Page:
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Half a Century of Poetry is a volume of works by Dandelion, his memoires. It was originally intended to be called "Fifty years of poetry" but Regis managed to convince the bard to change the title to a more "poetic" one.
|“||To say I knew her would be an exaggeration. I think that, apart from the Witcher and the enchantress, no one really knew her. When I saw her for the first time she did not make a great impression on me at all, even in spite of the quite extraordinary accompanying circumstances. I have known people who said that, right away, from the very first encounter, they sensed the foretaste of death striding behind the girl. To me she seemed utterly ordinary, though I knew that ordinary she was not; for which reason I tried to discern, discover — sense — the singularity in her. But I noticed nothing and sensed nothing. Nothing that could have been a signal, a presentiment or a harbinger of those subsequent, tragic events. Events caused by her very existence. And those caused by her actions.||”|
— pg(s). 47, Time of Contempt (UK edition)
|“||We know little about love. Love is like a pear. A pear is sweet and has a distinct shape. Try to define the shape of a pear.||”|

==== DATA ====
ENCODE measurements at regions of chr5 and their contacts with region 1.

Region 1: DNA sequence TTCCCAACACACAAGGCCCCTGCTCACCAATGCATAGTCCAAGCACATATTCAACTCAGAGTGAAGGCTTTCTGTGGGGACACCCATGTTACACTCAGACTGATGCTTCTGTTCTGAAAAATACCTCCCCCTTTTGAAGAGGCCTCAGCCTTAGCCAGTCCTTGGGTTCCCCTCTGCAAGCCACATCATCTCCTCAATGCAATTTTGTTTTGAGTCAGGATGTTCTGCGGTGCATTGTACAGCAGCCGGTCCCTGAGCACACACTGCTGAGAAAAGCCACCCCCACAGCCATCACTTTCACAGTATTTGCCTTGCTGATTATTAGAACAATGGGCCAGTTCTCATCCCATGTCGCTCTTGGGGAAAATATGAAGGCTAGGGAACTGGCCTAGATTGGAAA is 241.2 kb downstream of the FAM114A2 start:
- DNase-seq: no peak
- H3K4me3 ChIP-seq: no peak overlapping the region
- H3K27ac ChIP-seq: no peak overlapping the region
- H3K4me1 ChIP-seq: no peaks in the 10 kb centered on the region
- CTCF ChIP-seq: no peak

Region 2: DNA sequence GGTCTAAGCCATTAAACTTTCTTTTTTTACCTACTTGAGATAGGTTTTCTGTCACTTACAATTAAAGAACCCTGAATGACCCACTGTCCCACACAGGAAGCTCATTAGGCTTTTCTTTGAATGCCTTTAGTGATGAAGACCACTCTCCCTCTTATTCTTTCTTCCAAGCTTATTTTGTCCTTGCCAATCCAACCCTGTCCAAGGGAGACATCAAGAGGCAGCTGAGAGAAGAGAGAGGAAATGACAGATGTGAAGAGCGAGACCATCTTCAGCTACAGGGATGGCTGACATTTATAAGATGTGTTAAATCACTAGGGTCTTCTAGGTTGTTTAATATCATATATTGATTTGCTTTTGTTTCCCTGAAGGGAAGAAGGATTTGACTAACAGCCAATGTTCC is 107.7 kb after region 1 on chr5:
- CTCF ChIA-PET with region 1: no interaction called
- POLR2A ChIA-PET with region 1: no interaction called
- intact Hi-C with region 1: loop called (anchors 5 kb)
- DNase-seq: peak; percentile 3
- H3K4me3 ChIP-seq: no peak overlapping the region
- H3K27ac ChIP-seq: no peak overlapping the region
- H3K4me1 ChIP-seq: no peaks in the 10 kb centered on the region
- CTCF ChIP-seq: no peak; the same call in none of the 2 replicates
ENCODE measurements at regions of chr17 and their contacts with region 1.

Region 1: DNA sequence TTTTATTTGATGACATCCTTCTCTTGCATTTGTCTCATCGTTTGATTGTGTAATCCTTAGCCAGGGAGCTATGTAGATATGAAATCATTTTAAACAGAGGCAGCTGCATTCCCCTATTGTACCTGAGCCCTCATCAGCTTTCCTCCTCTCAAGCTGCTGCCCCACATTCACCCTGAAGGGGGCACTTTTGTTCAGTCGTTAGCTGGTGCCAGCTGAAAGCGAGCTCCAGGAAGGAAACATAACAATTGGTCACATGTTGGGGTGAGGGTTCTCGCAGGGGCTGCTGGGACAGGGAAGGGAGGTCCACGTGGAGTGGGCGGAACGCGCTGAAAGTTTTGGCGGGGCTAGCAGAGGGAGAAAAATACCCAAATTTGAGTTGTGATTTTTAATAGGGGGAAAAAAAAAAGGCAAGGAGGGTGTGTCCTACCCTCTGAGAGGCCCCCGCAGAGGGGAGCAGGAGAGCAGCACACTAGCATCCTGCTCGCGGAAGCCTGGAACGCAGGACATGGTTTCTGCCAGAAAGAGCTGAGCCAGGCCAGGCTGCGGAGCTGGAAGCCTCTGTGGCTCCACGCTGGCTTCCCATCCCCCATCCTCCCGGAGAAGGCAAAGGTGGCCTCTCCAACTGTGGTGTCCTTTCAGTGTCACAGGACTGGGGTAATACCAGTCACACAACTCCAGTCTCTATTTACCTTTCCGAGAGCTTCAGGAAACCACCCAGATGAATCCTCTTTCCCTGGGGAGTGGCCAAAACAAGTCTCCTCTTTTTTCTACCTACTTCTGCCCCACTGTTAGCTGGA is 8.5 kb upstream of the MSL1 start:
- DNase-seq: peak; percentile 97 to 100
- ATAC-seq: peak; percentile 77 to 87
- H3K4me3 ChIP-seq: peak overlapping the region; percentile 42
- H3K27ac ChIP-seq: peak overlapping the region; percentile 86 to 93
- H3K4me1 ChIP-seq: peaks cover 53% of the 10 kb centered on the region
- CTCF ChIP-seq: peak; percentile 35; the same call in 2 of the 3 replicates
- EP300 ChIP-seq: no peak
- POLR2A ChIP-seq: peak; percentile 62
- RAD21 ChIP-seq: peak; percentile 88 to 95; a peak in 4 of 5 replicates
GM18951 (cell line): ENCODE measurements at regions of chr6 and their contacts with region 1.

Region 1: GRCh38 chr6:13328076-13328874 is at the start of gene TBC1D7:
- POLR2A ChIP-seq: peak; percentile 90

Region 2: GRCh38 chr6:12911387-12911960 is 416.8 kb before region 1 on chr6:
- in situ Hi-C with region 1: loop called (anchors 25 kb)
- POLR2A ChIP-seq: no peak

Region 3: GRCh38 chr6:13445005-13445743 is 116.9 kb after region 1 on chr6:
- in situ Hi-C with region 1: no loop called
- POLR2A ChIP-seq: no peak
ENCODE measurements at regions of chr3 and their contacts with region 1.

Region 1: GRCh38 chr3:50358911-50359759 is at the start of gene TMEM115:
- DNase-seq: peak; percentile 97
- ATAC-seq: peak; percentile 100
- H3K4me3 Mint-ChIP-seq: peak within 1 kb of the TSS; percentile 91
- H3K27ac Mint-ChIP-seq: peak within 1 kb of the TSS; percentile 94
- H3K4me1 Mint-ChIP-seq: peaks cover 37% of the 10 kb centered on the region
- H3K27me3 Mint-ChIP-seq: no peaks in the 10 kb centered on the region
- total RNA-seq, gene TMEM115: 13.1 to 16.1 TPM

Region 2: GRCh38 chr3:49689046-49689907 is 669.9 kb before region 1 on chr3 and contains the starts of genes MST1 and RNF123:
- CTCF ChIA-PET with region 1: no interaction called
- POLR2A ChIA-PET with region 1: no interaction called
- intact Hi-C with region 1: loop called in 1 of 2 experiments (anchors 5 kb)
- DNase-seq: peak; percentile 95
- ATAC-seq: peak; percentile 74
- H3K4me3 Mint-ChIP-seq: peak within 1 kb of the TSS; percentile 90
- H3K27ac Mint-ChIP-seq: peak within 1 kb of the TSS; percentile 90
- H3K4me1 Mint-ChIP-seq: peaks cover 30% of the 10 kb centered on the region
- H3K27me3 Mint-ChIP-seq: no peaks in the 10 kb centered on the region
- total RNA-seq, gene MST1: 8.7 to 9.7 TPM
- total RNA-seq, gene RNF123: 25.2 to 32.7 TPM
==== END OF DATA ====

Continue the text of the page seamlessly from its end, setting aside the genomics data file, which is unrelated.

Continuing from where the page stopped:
— pg(s). 106, Time of Contempt (UK edition)
|“|| I have met many military men in my life. I have known marshals, generals, commanders and governors, the victors of numerous campaigns and battles. I've listened to their stories and recollections. I've seen them poring over maps, drawing lines of various colours on them, making plans, thinking up strategies. In those paper wars everything worked, everything functioned, everything was clear and everything was in exemplary order. That's how it has to be, explained the military men. The army represents discipline and order above all. The army cannot exist without discipline and order.
So it is all the stranger that real wars — and I have seen several real wars — have as much in common with discipline and order as a whorehouse with a fire raging through it.
— pg(s). 45, Baptism of Fire (UK edition)
|“|| I have often been asked what made me decide to write my memoirs. Many people seemed interested in the moment my memoirs began, namely what fact, event or incident gave rise to the writing. Formerly, I gave various explanations and often lied, but now, howbeit, I pay homage to the truth. For today, now that my hair has thinned and is going white, I know the truth is a precious seed, while a lie is but contemptible chaff.
And the truth is thus: the even which gave rise to everything, to which I owe the first notes, from which my subsequent life's work was formed, was the accidental discovery of paper and pencil among the things that my company and I stole from the Lyrian military convoys. It happened...
— pg(s). 73, The Tower of the Swallow (UK edition)